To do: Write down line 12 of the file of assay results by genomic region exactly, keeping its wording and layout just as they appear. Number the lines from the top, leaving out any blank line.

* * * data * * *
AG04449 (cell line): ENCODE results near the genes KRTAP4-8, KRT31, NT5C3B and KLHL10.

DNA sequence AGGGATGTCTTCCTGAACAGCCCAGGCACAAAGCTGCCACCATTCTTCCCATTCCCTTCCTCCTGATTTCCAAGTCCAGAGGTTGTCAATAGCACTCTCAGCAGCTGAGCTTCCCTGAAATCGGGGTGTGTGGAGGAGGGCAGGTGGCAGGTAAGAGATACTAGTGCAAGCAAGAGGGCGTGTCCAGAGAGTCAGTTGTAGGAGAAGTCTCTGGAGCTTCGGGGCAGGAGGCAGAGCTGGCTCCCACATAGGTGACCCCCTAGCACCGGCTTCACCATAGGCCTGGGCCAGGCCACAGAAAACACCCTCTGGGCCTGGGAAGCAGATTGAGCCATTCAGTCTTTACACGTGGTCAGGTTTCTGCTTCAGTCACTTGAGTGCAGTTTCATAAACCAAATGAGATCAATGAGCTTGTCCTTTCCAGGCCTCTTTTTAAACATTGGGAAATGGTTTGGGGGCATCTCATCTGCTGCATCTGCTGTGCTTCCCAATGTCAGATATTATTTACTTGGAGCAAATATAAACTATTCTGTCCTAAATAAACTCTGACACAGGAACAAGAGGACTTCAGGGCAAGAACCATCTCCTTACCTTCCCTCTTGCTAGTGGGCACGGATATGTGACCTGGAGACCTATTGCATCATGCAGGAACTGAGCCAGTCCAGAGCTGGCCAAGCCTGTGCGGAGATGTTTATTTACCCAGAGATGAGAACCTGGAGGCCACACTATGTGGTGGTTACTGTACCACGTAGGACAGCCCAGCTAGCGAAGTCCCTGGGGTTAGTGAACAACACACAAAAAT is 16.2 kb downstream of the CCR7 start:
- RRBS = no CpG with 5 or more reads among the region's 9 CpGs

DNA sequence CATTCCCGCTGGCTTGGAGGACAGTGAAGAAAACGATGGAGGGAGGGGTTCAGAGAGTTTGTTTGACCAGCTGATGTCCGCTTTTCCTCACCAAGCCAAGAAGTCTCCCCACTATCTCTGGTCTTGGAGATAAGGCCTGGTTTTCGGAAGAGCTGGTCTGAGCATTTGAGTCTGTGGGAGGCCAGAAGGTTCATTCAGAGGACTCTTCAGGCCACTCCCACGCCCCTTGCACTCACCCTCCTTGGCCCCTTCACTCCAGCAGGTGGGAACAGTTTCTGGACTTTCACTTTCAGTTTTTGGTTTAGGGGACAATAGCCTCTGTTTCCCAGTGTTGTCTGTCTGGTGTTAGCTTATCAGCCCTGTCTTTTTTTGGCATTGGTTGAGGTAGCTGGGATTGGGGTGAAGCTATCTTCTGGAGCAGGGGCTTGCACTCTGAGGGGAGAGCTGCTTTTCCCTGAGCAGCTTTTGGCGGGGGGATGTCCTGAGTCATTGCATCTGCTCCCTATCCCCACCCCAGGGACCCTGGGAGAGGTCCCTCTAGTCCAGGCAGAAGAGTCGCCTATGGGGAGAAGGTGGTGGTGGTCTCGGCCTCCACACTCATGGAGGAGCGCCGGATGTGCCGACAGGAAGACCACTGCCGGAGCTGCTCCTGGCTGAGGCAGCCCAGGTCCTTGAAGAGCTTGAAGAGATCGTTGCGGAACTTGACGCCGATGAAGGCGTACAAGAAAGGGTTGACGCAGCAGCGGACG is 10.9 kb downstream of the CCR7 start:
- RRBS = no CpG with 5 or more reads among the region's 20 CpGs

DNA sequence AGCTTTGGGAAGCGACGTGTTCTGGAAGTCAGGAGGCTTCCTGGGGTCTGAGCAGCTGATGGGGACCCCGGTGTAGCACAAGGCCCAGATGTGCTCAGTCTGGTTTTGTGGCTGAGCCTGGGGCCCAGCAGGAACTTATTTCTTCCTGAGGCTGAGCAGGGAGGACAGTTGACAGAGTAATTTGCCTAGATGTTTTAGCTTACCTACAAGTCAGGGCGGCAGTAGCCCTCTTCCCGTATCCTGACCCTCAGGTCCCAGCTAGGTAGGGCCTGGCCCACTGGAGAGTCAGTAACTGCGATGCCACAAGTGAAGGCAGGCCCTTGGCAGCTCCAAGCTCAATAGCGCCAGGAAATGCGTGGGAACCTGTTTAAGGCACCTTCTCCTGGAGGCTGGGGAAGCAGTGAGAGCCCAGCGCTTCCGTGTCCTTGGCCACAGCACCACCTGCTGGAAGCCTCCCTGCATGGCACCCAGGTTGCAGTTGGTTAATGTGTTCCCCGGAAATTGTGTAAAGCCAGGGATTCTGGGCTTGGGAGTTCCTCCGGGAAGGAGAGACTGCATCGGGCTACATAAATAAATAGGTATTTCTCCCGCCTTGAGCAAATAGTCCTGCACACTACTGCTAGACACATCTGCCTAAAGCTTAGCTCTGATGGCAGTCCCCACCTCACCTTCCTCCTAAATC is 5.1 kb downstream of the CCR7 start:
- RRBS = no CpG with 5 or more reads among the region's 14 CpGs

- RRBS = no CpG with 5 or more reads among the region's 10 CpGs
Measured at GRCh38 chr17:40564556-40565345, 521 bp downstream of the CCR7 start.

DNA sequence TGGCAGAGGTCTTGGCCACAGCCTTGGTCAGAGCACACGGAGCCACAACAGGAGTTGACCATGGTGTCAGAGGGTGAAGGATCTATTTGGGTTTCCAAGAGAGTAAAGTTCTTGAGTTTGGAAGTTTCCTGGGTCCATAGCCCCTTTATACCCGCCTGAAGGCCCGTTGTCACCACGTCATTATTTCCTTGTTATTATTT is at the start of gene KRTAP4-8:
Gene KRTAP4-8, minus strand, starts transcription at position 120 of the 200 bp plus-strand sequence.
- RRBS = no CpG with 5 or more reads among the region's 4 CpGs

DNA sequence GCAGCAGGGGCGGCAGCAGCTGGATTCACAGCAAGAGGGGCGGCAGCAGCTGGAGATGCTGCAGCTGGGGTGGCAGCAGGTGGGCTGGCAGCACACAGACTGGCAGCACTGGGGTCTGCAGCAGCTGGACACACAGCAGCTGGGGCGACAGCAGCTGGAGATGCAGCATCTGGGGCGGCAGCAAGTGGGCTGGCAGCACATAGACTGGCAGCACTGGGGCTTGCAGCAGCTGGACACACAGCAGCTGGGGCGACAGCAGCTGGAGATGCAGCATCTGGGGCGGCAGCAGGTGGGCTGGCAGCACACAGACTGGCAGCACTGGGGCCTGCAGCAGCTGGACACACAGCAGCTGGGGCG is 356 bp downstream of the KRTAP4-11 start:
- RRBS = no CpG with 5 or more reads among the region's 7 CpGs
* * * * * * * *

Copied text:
- RRBS = no CpG with 5 or more reads among the region's 4 CpGs